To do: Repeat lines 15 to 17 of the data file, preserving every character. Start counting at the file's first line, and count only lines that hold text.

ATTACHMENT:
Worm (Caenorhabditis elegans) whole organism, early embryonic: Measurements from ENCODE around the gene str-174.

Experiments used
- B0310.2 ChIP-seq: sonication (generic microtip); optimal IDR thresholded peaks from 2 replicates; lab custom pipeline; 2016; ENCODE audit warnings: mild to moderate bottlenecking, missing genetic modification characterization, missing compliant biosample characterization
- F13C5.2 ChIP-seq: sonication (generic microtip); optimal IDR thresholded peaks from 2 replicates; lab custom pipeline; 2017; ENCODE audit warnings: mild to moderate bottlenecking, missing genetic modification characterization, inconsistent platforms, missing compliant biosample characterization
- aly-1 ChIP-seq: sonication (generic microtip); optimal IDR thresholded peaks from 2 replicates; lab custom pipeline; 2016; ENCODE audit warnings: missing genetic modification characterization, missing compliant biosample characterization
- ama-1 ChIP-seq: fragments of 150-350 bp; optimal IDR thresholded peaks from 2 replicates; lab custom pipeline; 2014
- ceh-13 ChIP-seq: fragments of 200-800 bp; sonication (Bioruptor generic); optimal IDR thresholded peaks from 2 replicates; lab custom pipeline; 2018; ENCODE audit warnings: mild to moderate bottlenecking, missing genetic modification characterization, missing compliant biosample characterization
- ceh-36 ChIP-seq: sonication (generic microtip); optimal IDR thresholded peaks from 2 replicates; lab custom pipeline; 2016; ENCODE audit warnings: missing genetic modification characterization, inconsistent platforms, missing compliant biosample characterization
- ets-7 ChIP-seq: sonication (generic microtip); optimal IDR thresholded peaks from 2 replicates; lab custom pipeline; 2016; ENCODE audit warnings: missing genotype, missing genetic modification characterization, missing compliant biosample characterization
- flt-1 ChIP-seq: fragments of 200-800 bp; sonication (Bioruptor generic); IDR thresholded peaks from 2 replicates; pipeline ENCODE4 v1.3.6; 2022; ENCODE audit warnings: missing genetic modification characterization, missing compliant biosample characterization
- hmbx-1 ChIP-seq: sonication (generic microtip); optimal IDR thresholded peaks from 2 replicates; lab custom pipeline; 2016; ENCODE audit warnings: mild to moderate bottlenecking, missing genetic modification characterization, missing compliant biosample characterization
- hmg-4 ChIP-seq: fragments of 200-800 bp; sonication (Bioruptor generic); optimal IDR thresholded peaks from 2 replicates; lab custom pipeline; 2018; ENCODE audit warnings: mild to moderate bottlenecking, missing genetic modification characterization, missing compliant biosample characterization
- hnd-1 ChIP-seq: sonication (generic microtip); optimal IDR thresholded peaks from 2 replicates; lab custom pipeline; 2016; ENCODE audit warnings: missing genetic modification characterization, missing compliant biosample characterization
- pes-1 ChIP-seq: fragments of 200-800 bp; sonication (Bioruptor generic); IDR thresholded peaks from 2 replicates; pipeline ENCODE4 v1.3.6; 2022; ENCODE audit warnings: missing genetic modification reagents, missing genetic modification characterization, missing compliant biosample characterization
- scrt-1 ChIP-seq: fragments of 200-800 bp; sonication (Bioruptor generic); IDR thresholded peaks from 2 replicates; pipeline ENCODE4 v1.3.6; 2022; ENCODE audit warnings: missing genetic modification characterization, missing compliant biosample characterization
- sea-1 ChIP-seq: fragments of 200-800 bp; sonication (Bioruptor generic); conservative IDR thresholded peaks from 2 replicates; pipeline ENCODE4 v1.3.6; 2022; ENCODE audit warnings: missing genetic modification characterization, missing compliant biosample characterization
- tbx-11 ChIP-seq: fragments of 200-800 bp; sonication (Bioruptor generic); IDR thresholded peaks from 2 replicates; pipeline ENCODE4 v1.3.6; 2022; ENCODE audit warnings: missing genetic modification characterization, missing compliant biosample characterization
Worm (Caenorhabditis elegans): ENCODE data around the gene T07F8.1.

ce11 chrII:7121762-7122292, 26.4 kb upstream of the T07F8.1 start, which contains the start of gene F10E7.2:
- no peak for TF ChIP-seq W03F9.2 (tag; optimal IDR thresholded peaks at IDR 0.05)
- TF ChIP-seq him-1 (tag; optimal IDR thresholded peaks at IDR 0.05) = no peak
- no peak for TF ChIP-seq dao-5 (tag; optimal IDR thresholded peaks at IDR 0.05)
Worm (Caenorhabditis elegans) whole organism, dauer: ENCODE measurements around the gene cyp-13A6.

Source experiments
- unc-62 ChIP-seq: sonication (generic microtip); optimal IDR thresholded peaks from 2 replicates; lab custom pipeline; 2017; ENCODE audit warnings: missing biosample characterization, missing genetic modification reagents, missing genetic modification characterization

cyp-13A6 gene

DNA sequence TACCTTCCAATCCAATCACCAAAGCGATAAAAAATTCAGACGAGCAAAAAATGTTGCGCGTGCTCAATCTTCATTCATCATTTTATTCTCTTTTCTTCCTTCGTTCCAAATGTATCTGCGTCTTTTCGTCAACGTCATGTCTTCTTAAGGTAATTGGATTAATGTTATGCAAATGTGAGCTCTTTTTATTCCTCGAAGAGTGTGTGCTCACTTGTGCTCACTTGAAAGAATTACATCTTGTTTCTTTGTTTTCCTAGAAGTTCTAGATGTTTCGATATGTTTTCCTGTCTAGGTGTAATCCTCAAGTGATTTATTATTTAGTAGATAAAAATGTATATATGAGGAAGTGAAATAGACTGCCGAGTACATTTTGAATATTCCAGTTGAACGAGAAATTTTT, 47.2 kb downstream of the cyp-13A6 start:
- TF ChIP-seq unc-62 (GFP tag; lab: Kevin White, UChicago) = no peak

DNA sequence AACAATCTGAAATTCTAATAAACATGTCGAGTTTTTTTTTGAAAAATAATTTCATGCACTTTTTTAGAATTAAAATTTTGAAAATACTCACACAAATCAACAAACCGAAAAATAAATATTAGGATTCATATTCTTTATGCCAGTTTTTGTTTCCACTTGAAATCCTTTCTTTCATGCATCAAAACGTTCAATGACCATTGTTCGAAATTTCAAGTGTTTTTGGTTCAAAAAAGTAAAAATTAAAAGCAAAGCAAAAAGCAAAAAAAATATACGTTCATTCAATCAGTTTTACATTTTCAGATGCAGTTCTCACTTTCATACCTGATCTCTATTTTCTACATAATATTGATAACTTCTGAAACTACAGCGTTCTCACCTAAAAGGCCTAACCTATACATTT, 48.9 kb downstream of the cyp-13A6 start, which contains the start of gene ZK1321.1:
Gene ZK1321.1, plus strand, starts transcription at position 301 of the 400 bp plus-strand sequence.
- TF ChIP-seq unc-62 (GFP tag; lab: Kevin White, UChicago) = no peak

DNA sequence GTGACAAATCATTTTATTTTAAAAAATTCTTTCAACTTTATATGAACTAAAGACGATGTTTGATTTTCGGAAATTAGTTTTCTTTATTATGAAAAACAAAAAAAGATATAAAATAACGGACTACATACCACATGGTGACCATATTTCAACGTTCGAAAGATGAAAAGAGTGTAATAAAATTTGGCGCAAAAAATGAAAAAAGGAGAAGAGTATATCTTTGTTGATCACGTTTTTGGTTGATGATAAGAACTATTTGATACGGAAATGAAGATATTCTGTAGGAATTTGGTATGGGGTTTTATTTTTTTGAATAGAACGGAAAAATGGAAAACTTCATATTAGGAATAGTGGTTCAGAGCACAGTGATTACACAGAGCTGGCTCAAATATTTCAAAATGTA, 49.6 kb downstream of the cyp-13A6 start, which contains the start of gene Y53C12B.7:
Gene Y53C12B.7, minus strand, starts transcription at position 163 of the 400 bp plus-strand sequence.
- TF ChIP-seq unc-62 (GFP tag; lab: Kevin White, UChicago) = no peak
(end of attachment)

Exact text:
- scrt-1 ChIP-seq: fragments of 200-800 bp; sonication (Bioruptor generic); IDR thresholded peaks from 2 replicates; pipeline ENCODE4 v1.3.6; 2022; ENCODE audit warnings: missing genetic modification characterization, missing compliant biosample characterization
- sea-1 ChIP-seq: fragments of 200-800 bp; sonication (Bioruptor generic); conservative IDR thresholded peaks from 2 replicates; pipeline ENCODE4 v1.3.6; 2022; ENCODE audit warnings: missing genetic modification characterization, missing compliant biosample characterization
- tbx-11 ChIP-seq: fragments of 200-800 bp; sonication (Bioruptor generic); IDR thresholded peaks from 2 replicates; pipeline ENCODE4 v1.3.6; 2022; ENCODE audit warnings: missing genetic modification characterization, missing compliant biosample characterization